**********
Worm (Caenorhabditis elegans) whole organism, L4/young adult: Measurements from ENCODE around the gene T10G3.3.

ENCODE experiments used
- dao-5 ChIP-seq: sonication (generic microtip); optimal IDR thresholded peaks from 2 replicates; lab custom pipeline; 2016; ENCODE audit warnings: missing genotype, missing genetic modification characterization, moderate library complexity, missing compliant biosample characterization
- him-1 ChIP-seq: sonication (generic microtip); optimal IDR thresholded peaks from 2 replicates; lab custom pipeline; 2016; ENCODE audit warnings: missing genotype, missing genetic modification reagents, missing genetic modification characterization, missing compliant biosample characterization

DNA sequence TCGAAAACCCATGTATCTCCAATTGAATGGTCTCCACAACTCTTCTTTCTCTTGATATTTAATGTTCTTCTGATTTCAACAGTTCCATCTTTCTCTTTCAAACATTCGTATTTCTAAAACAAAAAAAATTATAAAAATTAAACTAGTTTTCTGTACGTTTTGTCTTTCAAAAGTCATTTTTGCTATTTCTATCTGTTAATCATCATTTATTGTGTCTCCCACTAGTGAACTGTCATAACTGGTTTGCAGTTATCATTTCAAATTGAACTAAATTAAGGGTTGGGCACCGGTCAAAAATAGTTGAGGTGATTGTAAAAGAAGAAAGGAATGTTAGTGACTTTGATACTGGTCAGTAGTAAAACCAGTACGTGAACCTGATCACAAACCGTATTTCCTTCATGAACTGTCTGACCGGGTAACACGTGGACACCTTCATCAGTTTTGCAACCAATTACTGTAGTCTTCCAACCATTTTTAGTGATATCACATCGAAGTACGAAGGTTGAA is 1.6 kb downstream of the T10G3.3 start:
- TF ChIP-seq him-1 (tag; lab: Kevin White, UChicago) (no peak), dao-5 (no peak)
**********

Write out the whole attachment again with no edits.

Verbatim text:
Worm (Caenorhabditis elegans) whole organism, L4/young adult: Measurements from ENCODE around the gene T10G3.3.

ENCODE experiments used
- dao-5 ChIP-seq: sonication (generic microtip); optimal IDR thresholded peaks from 2 replicates; lab custom pipeline; 2016; ENCODE audit warnings: missing genotype, missing genetic modification characterization, moderate library complexity, missing compliant biosample characterization
- him-1 ChIP-seq: sonication (generic microtip); optimal IDR thresholded peaks from 2 replicates; lab custom pipeline; 2016; ENCODE audit warnings: missing genotype, missing genetic modification reagents, missing genetic modification characterization, missing compliant biosample characterization

DNA sequence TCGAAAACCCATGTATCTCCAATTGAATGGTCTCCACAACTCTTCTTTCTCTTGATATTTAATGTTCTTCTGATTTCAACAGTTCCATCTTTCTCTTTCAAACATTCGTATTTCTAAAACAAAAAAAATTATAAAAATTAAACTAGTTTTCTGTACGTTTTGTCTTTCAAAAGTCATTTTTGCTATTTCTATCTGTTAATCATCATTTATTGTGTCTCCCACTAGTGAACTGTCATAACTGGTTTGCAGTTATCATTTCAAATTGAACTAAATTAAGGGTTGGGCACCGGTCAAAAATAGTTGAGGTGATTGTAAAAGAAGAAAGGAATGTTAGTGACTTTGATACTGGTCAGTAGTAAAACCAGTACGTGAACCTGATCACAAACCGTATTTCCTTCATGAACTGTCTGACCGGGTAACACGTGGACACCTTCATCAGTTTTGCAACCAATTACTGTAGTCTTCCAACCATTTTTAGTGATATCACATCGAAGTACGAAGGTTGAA is 1.6 kb downstream of the T10G3.3 start:
- TF ChIP-seq him-1 (tag; lab: Kevin White, UChicago) (no peak), dao-5 (no peak)